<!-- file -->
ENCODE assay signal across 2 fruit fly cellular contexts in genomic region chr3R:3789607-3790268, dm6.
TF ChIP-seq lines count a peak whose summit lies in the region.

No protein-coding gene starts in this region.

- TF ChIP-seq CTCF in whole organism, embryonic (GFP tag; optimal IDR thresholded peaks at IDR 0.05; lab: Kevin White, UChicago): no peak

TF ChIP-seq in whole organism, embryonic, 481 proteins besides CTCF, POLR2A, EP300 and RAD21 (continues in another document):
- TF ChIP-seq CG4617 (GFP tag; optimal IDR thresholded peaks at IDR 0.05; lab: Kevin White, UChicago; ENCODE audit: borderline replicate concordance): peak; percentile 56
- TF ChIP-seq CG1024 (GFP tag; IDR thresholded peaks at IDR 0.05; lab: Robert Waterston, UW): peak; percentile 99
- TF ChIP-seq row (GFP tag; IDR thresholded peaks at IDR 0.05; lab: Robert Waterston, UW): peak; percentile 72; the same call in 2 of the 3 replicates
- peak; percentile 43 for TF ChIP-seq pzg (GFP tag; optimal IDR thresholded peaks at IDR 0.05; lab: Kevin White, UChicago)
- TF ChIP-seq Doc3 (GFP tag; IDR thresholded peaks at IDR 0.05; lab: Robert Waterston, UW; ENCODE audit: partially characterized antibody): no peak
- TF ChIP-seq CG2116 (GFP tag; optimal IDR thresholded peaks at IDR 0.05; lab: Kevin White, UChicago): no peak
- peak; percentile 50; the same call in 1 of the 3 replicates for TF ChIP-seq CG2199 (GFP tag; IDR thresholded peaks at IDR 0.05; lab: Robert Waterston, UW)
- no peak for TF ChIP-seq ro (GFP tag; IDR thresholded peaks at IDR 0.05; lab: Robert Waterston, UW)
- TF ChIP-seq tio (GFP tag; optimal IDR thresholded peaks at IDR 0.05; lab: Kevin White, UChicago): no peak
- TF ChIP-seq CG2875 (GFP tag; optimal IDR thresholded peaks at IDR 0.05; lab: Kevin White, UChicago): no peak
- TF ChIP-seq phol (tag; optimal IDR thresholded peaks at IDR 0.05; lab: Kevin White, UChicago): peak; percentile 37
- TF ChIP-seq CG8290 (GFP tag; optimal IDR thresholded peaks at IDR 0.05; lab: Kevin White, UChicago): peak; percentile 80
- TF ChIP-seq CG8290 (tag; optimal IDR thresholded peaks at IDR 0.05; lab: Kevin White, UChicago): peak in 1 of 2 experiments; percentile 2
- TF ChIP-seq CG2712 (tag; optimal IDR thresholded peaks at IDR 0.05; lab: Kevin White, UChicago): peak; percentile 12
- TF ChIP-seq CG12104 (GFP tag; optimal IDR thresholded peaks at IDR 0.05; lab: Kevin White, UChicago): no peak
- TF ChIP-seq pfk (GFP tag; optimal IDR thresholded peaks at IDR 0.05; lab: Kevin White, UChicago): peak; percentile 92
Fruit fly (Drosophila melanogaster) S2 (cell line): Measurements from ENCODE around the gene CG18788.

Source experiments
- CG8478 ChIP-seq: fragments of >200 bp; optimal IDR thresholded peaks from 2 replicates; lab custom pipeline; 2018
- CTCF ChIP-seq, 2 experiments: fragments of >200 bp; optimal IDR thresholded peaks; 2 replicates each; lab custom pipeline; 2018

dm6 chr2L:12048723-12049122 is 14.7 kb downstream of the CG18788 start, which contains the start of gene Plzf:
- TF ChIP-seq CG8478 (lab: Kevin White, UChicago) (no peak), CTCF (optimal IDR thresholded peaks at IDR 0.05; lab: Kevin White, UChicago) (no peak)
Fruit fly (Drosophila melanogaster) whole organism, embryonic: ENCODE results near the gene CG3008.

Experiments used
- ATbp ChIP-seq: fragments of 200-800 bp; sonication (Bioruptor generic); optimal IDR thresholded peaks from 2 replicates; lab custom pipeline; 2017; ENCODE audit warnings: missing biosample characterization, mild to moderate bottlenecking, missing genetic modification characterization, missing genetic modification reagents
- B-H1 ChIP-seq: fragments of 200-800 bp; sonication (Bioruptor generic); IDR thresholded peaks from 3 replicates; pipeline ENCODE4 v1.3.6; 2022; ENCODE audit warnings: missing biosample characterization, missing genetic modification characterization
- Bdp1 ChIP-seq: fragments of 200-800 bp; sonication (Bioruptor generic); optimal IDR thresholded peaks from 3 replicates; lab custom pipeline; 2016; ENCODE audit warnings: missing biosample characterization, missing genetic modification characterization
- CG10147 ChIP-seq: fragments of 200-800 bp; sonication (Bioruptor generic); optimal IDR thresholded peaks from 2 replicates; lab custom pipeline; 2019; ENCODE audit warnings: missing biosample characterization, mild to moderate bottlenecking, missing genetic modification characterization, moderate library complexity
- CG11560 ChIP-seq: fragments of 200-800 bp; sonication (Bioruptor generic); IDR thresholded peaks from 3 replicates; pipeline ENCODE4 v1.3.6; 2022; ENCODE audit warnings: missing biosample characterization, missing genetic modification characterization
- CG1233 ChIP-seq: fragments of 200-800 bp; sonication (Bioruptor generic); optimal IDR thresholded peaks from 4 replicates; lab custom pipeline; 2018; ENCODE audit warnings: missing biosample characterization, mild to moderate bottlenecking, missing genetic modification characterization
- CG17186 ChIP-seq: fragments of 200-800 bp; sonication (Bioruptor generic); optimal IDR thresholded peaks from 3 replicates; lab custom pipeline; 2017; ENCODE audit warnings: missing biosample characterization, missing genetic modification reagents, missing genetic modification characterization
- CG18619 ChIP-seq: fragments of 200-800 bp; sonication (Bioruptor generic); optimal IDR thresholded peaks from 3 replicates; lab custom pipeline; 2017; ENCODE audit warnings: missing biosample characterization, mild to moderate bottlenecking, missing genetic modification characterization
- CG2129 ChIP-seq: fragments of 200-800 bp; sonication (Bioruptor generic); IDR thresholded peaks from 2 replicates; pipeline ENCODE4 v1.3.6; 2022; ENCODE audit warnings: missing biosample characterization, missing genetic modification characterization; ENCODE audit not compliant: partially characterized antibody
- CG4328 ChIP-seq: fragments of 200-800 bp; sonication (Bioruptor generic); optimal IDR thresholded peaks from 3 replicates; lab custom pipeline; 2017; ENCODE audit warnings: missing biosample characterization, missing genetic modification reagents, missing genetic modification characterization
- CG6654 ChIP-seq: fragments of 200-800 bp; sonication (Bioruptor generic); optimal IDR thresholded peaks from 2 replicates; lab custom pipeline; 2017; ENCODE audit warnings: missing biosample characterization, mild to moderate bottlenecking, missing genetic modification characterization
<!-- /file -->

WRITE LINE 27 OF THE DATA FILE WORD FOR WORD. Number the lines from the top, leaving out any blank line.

- TF ChIP-seq CG8478 (lab: Kevin White, UChicago) (no peak), CTCF (optimal IDR thresholded peaks at IDR 0.05; lab: Kevin White, UChicago) (no peak)